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In Afghanistan, a woman's place is at the peace table

Op-Ed

Let women play a bigger role in the country's affairs and see what happens to the peace process.

January 13, 2011|By Ann Jones

I suppose this means my modest proposal doesn't stand a chance, and that's a shame. We know from experience that power-sharing agreements among combatants tend to fray, often unraveling into open warfare within a few years. We also know that just because the big men in power stop shooting at each other doesn't mean they stop the war against civilians — especially women and girls. Rape, torture, mutilation and murder continue unabated or increase.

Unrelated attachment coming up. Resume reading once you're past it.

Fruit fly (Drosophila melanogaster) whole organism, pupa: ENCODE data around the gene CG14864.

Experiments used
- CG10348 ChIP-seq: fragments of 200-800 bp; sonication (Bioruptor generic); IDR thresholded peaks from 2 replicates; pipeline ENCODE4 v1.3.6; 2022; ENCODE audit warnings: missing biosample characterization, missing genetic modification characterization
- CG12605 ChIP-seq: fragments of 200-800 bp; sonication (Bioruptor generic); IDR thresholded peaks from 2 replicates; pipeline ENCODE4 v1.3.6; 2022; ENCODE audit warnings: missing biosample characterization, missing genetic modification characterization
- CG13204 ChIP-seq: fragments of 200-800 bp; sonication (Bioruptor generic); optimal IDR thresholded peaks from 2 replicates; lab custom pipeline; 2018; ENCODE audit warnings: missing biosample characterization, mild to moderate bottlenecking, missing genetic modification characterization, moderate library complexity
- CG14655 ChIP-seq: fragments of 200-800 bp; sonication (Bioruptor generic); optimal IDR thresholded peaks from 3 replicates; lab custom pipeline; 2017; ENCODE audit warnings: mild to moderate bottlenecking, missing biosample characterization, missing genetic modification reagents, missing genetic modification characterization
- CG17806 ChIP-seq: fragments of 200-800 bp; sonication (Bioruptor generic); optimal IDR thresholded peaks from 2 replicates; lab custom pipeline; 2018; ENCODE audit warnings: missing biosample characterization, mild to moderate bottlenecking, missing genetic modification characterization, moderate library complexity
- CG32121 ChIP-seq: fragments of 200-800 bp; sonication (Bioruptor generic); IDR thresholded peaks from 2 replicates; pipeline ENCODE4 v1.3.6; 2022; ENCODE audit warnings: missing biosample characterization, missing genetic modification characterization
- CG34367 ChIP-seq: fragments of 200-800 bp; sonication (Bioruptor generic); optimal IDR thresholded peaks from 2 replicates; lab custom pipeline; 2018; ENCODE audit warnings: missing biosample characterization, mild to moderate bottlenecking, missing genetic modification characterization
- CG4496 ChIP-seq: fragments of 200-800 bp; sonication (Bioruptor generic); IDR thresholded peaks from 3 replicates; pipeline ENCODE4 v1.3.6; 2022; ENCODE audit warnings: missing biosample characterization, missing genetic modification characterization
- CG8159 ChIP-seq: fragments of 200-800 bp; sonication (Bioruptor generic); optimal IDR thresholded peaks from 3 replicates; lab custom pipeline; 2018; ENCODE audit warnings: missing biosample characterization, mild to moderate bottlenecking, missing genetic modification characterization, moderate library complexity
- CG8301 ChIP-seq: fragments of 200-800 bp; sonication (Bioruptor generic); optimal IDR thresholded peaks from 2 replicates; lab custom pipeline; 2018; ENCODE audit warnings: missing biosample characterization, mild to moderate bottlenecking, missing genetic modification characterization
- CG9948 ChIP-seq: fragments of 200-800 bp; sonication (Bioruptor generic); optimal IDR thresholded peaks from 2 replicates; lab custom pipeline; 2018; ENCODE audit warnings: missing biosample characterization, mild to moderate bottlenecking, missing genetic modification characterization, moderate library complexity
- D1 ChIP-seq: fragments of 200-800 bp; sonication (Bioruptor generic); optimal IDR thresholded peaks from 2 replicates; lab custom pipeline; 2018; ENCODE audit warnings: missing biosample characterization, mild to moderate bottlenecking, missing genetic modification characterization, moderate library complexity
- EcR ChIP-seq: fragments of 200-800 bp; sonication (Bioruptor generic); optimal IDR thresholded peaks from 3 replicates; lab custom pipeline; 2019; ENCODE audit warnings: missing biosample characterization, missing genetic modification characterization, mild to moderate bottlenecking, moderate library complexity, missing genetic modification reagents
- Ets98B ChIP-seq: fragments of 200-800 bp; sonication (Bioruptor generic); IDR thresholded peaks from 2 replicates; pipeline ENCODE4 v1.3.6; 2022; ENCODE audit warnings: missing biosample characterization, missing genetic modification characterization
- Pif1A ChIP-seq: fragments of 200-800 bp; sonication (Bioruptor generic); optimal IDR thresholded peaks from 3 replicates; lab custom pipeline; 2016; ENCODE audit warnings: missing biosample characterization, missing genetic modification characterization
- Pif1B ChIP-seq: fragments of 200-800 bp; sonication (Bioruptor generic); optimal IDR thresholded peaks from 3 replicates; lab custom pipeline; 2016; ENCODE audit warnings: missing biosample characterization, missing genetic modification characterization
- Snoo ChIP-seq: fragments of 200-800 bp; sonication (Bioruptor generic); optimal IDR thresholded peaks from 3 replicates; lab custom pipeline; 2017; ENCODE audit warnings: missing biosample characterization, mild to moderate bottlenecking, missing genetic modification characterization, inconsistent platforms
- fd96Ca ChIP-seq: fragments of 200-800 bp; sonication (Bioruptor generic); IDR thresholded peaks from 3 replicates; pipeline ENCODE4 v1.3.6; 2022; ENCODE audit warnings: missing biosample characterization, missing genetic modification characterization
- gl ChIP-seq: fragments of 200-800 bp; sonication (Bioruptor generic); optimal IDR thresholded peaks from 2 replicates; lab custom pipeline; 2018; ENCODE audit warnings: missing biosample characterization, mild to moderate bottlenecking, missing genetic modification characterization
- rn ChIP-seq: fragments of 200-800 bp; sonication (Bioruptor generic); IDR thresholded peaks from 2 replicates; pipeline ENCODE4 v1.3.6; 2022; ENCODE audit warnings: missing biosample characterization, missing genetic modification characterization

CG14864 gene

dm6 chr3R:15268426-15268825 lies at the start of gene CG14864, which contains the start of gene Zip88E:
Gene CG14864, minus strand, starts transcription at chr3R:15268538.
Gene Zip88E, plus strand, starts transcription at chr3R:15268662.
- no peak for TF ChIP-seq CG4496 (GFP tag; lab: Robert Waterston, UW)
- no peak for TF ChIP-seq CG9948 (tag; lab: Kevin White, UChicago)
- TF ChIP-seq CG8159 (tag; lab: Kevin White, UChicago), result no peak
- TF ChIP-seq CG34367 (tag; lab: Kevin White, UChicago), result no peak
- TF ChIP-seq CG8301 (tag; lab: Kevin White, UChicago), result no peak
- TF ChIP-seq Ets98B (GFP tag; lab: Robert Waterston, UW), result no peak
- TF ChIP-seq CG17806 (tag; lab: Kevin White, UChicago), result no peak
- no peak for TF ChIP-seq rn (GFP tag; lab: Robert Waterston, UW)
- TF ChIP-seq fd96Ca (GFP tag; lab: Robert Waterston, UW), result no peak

Thus, from the standpoint of civilians, a war is not always over when it's "over," and the "peace" is not necessarily a real peace at all. Think of the Democratic Republic of Congo, the notorious rape capital of the world, where thousands upon thousands of women have been gang-raped even though the country has been officially at peace since 2003.

I don't expect men in power to take seriously the Security Council's proposition that the involvement of women in negotiations makes for a better and more lasting peace. Progressive, peaceable men would prefer to live in a peace created by women and men together. But too many big men, in both Afghanistan and the U.S., are doing very nicely, thank you, with the traditional arrangements of their country and ours.

Ann Jones is the author of, among other books, "War Is Not Over When It's Over" and "Kabul in Winter." A longer version of this piece appears at tomdispatch.com.

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